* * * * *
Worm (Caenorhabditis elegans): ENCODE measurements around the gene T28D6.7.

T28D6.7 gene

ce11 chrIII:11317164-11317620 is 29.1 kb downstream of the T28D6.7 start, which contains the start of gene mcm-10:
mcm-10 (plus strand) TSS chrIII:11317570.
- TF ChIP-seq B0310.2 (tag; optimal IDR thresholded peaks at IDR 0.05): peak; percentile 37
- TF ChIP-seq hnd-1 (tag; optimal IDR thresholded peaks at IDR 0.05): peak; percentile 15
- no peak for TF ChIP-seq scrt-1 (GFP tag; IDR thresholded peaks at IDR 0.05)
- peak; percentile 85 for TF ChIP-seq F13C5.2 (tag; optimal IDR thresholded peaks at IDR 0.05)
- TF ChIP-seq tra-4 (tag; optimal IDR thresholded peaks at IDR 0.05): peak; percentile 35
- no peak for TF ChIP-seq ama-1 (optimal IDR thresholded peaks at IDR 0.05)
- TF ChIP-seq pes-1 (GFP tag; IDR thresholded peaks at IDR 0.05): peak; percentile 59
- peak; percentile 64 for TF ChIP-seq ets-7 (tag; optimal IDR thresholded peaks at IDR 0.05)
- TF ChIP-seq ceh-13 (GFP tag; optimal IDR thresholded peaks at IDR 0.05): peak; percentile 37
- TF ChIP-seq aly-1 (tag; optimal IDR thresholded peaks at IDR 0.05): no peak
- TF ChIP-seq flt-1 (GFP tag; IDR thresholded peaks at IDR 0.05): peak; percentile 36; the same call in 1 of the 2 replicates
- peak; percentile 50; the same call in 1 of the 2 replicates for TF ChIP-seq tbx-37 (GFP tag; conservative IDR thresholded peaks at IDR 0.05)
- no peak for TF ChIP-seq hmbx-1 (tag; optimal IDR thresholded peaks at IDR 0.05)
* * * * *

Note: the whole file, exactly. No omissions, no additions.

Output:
Worm (Caenorhabditis elegans): ENCODE measurements around the gene T28D6.7.

T28D6.7 gene

ce11 chrIII:11317164-11317620 is 29.1 kb downstream of the T28D6.7 start, which contains the start of gene mcm-10:
mcm-10 (plus strand) TSS chrIII:11317570.
- TF ChIP-seq B0310.2 (tag; optimal IDR thresholded peaks at IDR 0.05): peak; percentile 37
- TF ChIP-seq hnd-1 (tag; optimal IDR thresholded peaks at IDR 0.05): peak; percentile 15
- no peak for TF ChIP-seq scrt-1 (GFP tag; IDR thresholded peaks at IDR 0.05)
- peak; percentile 85 for TF ChIP-seq F13C5.2 (tag; optimal IDR thresholded peaks at IDR 0.05)
- TF ChIP-seq tra-4 (tag; optimal IDR thresholded peaks at IDR 0.05): peak; percentile 35
- no peak for TF ChIP-seq ama-1 (optimal IDR thresholded peaks at IDR 0.05)
- TF ChIP-seq pes-1 (GFP tag; IDR thresholded peaks at IDR 0.05): peak; percentile 59
- peak; percentile 64 for TF ChIP-seq ets-7 (tag; optimal IDR thresholded peaks at IDR 0.05)
- TF ChIP-seq ceh-13 (GFP tag; optimal IDR thresholded peaks at IDR 0.05): peak; percentile 37
- TF ChIP-seq aly-1 (tag; optimal IDR thresholded peaks at IDR 0.05): no peak
- TF ChIP-seq flt-1 (GFP tag; IDR thresholded peaks at IDR 0.05): peak; percentile 36; the same call in 1 of the 2 replicates
- peak; percentile 50; the same call in 1 of the 2 replicates for TF ChIP-seq tbx-37 (GFP tag; conservative IDR thresholded peaks at IDR 0.05)
- no peak for TF ChIP-seq hmbx-1 (tag; optimal IDR thresholded peaks at IDR 0.05)